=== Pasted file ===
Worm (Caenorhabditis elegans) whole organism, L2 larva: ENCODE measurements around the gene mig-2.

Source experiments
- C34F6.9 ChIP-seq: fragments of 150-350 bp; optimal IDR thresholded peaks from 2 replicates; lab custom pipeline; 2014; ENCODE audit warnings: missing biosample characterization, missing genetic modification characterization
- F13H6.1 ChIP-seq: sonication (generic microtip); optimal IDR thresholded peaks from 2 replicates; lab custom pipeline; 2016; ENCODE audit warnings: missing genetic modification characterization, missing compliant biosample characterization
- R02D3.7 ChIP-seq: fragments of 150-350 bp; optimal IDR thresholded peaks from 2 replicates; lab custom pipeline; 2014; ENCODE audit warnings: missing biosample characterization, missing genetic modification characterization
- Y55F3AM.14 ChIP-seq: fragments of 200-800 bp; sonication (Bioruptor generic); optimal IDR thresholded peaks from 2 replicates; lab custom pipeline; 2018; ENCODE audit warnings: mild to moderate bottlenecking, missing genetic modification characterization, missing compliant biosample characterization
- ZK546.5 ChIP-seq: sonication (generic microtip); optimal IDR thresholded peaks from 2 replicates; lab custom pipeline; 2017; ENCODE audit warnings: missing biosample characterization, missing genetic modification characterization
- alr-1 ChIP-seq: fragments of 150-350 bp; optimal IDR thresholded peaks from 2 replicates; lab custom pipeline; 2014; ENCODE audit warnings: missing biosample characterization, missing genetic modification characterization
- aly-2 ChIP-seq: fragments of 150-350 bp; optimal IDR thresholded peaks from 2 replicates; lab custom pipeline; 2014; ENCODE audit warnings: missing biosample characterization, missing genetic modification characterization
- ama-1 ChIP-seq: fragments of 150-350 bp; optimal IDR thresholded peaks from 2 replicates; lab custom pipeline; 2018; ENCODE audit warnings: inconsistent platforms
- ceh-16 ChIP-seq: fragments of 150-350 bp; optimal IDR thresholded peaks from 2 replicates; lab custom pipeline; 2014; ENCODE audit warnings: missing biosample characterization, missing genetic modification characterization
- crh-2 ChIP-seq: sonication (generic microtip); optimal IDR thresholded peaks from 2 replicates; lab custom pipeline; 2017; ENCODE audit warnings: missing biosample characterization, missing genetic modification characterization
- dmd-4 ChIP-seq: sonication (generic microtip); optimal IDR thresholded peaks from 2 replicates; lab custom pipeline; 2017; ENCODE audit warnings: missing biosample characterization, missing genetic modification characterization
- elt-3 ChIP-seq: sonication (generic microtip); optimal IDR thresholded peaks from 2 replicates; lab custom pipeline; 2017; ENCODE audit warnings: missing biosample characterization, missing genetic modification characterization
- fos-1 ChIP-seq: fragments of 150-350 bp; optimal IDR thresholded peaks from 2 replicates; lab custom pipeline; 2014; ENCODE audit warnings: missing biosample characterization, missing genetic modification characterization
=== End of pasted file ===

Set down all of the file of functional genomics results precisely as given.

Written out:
Worm (Caenorhabditis elegans) whole organism, L2 larva: ENCODE measurements around the gene mig-2.

Source experiments
- C34F6.9 ChIP-seq: fragments of 150-350 bp; optimal IDR thresholded peaks from 2 replicates; lab custom pipeline; 2014; ENCODE audit warnings: missing biosample characterization, missing genetic modification characterization
- F13H6.1 ChIP-seq: sonication (generic microtip); optimal IDR thresholded peaks from 2 replicates; lab custom pipeline; 2016; ENCODE audit warnings: missing genetic modification characterization, missing compliant biosample characterization
- R02D3.7 ChIP-seq: fragments of 150-350 bp; optimal IDR thresholded peaks from 2 replicates; lab custom pipeline; 2014; ENCODE audit warnings: missing biosample characterization, missing genetic modification characterization
- Y55F3AM.14 ChIP-seq: fragments of 200-800 bp; sonication (Bioruptor generic); optimal IDR thresholded peaks from 2 replicates; lab custom pipeline; 2018; ENCODE audit warnings: mild to moderate bottlenecking, missing genetic modification characterization, missing compliant biosample characterization
- ZK546.5 ChIP-seq: sonication (generic microtip); optimal IDR thresholded peaks from 2 replicates; lab custom pipeline; 2017; ENCODE audit warnings: missing biosample characterization, missing genetic modification characterization
- alr-1 ChIP-seq: fragments of 150-350 bp; optimal IDR thresholded peaks from 2 replicates; lab custom pipeline; 2014; ENCODE audit warnings: missing biosample characterization, missing genetic modification characterization
- aly-2 ChIP-seq: fragments of 150-350 bp; optimal IDR thresholded peaks from 2 replicates; lab custom pipeline; 2014; ENCODE audit warnings: missing biosample characterization, missing genetic modification characterization
- ama-1 ChIP-seq: fragments of 150-350 bp; optimal IDR thresholded peaks from 2 replicates; lab custom pipeline; 2018; ENCODE audit warnings: inconsistent platforms
- ceh-16 ChIP-seq: fragments of 150-350 bp; optimal IDR thresholded peaks from 2 replicates; lab custom pipeline; 2014; ENCODE audit warnings: missing biosample characterization, missing genetic modification characterization
- crh-2 ChIP-seq: sonication (generic microtip); optimal IDR thresholded peaks from 2 replicates; lab custom pipeline; 2017; ENCODE audit warnings: missing biosample characterization, missing genetic modification characterization
- dmd-4 ChIP-seq: sonication (generic microtip); optimal IDR thresholded peaks from 2 replicates; lab custom pipeline; 2017; ENCODE audit warnings: missing biosample characterization, missing genetic modification characterization
- elt-3 ChIP-seq: sonication (generic microtip); optimal IDR thresholded peaks from 2 replicates; lab custom pipeline; 2017; ENCODE audit warnings: missing biosample characterization, missing genetic modification characterization
- fos-1 ChIP-seq: fragments of 150-350 bp; optimal IDR thresholded peaks from 2 replicates; lab custom pipeline; 2014; ENCODE audit warnings: missing biosample characterization, missing genetic modification characterization